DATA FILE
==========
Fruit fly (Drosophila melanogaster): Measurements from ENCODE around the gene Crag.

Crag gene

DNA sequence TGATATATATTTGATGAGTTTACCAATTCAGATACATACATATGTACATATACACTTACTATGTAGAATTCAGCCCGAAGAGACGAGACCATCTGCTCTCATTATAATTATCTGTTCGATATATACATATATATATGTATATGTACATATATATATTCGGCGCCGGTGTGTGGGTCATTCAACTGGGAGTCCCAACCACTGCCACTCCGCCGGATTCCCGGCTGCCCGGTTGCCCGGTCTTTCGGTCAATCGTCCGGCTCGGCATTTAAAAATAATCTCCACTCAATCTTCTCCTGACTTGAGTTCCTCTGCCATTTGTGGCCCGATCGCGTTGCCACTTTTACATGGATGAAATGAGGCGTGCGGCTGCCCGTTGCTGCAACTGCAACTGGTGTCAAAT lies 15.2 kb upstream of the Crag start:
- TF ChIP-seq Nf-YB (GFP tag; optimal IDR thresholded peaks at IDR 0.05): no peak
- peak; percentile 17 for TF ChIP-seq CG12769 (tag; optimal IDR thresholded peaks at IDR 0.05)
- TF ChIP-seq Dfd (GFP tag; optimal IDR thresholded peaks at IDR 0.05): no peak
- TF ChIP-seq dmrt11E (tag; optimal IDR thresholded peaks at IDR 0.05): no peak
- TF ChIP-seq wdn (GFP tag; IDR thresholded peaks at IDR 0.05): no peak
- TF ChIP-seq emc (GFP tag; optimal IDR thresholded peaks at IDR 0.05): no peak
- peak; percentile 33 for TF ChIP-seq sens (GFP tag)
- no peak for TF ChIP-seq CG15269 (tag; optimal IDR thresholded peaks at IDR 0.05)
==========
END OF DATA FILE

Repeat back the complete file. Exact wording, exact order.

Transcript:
Fruit fly (Drosophila melanogaster): Measurements from ENCODE around the gene Crag.

Crag gene

DNA sequence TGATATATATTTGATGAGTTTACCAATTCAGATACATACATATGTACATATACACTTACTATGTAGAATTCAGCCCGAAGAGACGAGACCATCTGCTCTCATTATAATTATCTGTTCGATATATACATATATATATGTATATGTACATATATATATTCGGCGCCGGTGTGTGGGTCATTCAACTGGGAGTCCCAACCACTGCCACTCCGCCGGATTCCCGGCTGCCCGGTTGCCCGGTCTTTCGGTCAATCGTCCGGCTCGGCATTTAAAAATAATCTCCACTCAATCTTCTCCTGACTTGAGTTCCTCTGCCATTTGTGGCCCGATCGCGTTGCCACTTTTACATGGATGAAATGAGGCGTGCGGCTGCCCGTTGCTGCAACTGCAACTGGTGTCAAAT lies 15.2 kb upstream of the Crag start:
- TF ChIP-seq Nf-YB (GFP tag; optimal IDR thresholded peaks at IDR 0.05): no peak
- peak; percentile 17 for TF ChIP-seq CG12769 (tag; optimal IDR thresholded peaks at IDR 0.05)
- TF ChIP-seq Dfd (GFP tag; optimal IDR thresholded peaks at IDR 0.05): no peak
- TF ChIP-seq dmrt11E (tag; optimal IDR thresholded peaks at IDR 0.05): no peak
- TF ChIP-seq wdn (GFP tag; IDR thresholded peaks at IDR 0.05): no peak
- TF ChIP-seq emc (GFP tag; optimal IDR thresholded peaks at IDR 0.05): no peak
- peak; percentile 33 for TF ChIP-seq sens (GFP tag)
- no peak for TF ChIP-seq CG15269 (tag; optimal IDR thresholded peaks at IDR 0.05)